US lobster exports to China have fallen off a cliff this year as new retaliatory tariffs shift the seafood business farther north. China, a huge and growing customer for lobster, placed heavy tariffs on US lobsters—and many other food products—in July 2018 amid rising trade hostilities between Beijing and the Trump administration. Meanwhile, business is booming in Canada, where cargo planes are coming to Halifax, Nova Scotia, and Moncton, New Brunswick, to handle a growing bump in exports. Canadian fishermen catch the same species of lobster as American lobstermen, who are based mostly in Maine. The loss of business has brought layoffs to some Maine businesses, such as The Lobster Co., of Arundel, where owner Stephanie Nadeau has laid off half the 14 people she once had working in wholesale.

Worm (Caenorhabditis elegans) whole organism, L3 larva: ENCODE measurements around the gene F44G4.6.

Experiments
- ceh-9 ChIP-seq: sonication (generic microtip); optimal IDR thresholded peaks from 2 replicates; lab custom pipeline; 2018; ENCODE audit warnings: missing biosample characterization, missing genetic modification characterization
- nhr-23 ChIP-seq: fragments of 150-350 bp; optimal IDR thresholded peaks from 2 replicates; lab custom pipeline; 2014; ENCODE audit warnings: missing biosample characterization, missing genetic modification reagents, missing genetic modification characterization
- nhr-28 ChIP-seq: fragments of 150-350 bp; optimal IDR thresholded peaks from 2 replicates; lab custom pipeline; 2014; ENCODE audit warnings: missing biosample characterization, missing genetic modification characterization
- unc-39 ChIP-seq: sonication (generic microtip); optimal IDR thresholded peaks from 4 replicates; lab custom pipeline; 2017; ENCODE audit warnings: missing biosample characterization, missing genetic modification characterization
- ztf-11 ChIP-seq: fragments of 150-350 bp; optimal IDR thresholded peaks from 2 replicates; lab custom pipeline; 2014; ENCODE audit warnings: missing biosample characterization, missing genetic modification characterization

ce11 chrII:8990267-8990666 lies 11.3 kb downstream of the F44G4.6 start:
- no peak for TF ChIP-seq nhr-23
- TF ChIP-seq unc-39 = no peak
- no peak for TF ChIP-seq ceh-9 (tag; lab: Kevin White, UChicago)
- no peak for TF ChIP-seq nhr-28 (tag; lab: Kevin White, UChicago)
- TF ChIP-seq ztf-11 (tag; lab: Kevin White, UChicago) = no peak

"They picked winners, and they picked losers, and they picked me a loser," Nadeau tells the AP. "There is no market that's going to replace China." America has exported less than 2.2 million pounds of lobster to China this year through June, according to data from the federal government. The country exported nearly 12 million pounds during that same period last year. That's a more than 80% drop. In Canada, exports to China through June were already approaching 33 million pounds, which is nearly as much as all of 2018. The boost to business has helped the industry in Canada but also led to uncertainty about its future, said Geoff Irvine, executive director of the Lobster Council of Canada. The American and Canadian lobster industries overlap, with some businesses operating on both sides of the border, and it's more beneficial to the lobster industry at large for trade to go on unimpeded, he says. "Everybody would like to see the entire lobster industry open and free," Irvine says.
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